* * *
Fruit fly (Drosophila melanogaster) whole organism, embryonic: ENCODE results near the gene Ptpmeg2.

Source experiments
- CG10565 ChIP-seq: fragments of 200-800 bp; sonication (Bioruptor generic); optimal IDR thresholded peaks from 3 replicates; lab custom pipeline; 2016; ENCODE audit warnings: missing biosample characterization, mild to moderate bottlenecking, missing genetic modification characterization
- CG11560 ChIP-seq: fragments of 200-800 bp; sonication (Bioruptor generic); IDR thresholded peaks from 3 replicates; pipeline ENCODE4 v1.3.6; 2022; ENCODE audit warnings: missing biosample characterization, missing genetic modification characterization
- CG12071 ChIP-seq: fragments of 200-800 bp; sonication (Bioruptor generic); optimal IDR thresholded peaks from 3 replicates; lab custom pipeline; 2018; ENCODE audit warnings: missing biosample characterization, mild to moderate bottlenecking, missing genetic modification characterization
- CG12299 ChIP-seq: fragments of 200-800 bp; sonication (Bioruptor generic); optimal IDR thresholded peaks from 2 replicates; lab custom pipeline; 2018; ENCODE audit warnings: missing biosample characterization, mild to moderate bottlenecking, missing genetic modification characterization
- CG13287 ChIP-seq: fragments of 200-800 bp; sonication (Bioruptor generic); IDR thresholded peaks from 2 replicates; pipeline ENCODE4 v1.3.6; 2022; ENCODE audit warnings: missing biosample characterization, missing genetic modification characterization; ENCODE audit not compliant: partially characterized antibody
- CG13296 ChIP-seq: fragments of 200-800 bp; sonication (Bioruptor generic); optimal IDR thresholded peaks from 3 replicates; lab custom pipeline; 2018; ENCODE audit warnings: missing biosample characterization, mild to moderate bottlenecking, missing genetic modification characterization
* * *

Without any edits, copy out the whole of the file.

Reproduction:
Fruit fly (Drosophila melanogaster) whole organism, embryonic: ENCODE results near the gene Ptpmeg2.

Source experiments
- CG10565 ChIP-seq: fragments of 200-800 bp; sonication (Bioruptor generic); optimal IDR thresholded peaks from 3 replicates; lab custom pipeline; 2016; ENCODE audit warnings: missing biosample characterization, mild to moderate bottlenecking, missing genetic modification characterization
- CG11560 ChIP-seq: fragments of 200-800 bp; sonication (Bioruptor generic); IDR thresholded peaks from 3 replicates; pipeline ENCODE4 v1.3.6; 2022; ENCODE audit warnings: missing biosample characterization, missing genetic modification characterization
- CG12071 ChIP-seq: fragments of 200-800 bp; sonication (Bioruptor generic); optimal IDR thresholded peaks from 3 replicates; lab custom pipeline; 2018; ENCODE audit warnings: missing biosample characterization, mild to moderate bottlenecking, missing genetic modification characterization
- CG12299 ChIP-seq: fragments of 200-800 bp; sonication (Bioruptor generic); optimal IDR thresholded peaks from 2 replicates; lab custom pipeline; 2018; ENCODE audit warnings: missing biosample characterization, mild to moderate bottlenecking, missing genetic modification characterization
- CG13287 ChIP-seq: fragments of 200-800 bp; sonication (Bioruptor generic); IDR thresholded peaks from 2 replicates; pipeline ENCODE4 v1.3.6; 2022; ENCODE audit warnings: missing biosample characterization, missing genetic modification characterization; ENCODE audit not compliant: partially characterized antibody
- CG13296 ChIP-seq: fragments of 200-800 bp; sonication (Bioruptor generic); optimal IDR thresholded peaks from 3 replicates; lab custom pipeline; 2018; ENCODE audit warnings: missing biosample characterization, mild to moderate bottlenecking, missing genetic modification characterization